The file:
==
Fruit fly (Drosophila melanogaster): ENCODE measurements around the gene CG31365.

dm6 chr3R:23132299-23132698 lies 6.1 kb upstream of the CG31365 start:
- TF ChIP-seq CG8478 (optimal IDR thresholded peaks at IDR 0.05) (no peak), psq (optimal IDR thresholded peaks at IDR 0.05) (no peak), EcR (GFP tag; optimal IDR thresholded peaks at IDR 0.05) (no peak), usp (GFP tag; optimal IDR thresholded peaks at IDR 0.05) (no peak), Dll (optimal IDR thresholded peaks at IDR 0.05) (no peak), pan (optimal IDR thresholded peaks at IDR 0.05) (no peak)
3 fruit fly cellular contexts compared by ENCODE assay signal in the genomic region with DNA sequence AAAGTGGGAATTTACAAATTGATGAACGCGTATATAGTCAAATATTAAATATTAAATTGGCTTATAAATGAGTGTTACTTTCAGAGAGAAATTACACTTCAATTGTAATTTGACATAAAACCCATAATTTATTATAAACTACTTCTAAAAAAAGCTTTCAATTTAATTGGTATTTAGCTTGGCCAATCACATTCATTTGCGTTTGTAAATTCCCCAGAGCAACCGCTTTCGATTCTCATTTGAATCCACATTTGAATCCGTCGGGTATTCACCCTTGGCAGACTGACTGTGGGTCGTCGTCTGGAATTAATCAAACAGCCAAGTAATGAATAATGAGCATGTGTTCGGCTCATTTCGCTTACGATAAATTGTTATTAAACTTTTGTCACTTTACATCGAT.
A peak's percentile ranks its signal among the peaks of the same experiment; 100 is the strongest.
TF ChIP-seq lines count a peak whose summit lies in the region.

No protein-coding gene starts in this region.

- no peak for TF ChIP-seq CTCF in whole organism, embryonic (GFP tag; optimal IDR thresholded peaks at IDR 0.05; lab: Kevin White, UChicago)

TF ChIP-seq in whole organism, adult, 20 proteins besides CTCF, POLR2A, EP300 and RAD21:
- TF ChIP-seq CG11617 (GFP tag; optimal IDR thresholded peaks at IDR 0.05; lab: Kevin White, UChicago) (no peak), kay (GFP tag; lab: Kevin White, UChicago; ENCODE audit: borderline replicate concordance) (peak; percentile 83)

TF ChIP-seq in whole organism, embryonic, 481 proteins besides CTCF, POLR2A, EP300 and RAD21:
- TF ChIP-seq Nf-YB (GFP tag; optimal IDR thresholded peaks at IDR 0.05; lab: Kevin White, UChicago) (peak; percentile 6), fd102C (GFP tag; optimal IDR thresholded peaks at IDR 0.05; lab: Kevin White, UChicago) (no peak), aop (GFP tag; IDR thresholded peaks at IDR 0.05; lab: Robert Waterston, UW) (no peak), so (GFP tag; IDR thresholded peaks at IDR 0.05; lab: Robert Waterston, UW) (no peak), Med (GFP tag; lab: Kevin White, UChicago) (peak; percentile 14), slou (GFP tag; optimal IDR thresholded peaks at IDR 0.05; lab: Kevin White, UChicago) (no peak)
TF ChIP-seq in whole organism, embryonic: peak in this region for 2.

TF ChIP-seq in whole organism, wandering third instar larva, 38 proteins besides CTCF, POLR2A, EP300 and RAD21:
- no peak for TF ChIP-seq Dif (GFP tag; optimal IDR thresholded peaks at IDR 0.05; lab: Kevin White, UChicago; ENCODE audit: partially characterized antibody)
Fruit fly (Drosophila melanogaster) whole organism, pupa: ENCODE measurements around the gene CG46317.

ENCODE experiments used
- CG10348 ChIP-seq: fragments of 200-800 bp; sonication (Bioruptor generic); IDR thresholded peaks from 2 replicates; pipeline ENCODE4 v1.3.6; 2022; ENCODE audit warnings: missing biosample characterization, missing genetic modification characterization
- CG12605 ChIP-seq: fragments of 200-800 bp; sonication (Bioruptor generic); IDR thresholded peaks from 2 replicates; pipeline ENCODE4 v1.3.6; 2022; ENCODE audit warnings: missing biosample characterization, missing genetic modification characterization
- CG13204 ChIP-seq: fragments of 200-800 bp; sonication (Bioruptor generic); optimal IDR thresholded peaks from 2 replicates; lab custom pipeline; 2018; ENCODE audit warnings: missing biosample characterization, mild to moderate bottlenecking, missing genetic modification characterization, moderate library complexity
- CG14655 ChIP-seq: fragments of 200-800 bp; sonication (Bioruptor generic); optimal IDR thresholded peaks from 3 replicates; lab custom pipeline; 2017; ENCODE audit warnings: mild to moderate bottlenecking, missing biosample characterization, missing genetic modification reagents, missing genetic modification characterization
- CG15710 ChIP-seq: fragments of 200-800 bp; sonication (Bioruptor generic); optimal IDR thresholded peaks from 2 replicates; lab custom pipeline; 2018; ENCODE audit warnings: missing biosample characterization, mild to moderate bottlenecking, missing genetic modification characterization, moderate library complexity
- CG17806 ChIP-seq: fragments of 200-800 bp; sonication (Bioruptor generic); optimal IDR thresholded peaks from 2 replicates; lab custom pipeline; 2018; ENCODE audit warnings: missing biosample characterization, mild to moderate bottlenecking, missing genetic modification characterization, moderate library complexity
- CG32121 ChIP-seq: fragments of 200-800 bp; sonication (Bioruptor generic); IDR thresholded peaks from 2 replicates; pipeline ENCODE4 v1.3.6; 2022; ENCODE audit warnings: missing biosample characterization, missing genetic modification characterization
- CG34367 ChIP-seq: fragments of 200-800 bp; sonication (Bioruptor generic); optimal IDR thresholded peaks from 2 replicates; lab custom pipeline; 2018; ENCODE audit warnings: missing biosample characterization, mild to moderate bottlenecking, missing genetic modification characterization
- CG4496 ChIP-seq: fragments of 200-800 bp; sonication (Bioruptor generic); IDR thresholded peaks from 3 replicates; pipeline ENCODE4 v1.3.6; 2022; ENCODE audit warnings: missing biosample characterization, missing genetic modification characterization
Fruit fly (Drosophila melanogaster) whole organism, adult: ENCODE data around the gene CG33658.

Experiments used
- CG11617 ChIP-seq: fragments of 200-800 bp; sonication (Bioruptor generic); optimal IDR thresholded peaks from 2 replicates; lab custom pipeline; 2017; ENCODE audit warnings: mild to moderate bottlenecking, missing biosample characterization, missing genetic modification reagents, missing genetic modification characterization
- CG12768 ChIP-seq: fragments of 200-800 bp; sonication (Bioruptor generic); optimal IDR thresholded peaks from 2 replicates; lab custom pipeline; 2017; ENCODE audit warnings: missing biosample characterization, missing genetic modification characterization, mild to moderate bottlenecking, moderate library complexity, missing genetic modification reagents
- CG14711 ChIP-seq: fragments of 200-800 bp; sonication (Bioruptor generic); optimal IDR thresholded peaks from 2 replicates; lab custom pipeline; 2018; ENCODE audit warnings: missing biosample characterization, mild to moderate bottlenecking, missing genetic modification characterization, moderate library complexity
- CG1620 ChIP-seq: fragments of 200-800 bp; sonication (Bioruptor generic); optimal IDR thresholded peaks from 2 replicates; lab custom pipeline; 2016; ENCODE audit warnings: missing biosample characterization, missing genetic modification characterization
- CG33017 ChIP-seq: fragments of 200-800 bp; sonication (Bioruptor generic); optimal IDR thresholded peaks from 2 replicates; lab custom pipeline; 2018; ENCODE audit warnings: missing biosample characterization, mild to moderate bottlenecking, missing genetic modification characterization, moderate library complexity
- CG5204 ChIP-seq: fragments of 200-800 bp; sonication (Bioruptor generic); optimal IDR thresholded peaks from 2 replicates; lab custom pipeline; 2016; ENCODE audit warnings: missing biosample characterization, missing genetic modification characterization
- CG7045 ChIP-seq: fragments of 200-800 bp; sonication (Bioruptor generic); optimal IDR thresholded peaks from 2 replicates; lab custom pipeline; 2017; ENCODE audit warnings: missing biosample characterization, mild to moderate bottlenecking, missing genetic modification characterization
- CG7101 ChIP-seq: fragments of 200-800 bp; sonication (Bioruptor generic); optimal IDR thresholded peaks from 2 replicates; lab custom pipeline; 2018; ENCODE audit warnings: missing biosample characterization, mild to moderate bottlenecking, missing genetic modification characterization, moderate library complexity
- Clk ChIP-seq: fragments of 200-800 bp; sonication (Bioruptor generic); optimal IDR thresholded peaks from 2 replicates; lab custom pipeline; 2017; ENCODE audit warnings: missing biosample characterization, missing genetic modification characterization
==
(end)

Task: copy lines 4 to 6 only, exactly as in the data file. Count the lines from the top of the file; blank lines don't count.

3 fruit fly cellular contexts compared by ENCODE assay signal in the genomic region with DNA sequence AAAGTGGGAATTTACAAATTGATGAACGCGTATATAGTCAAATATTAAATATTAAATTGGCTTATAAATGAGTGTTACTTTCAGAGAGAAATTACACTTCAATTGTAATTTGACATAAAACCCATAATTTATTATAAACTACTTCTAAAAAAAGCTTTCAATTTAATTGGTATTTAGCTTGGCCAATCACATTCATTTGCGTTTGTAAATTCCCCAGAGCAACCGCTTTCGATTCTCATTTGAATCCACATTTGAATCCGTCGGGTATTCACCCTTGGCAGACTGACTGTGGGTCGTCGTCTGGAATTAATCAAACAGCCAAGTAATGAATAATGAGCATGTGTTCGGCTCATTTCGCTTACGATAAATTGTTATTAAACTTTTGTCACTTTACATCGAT.
A peak's percentile ranks its signal among the peaks of the same experiment; 100 is the strongest.
TF ChIP-seq lines count a peak whose summit lies in the region.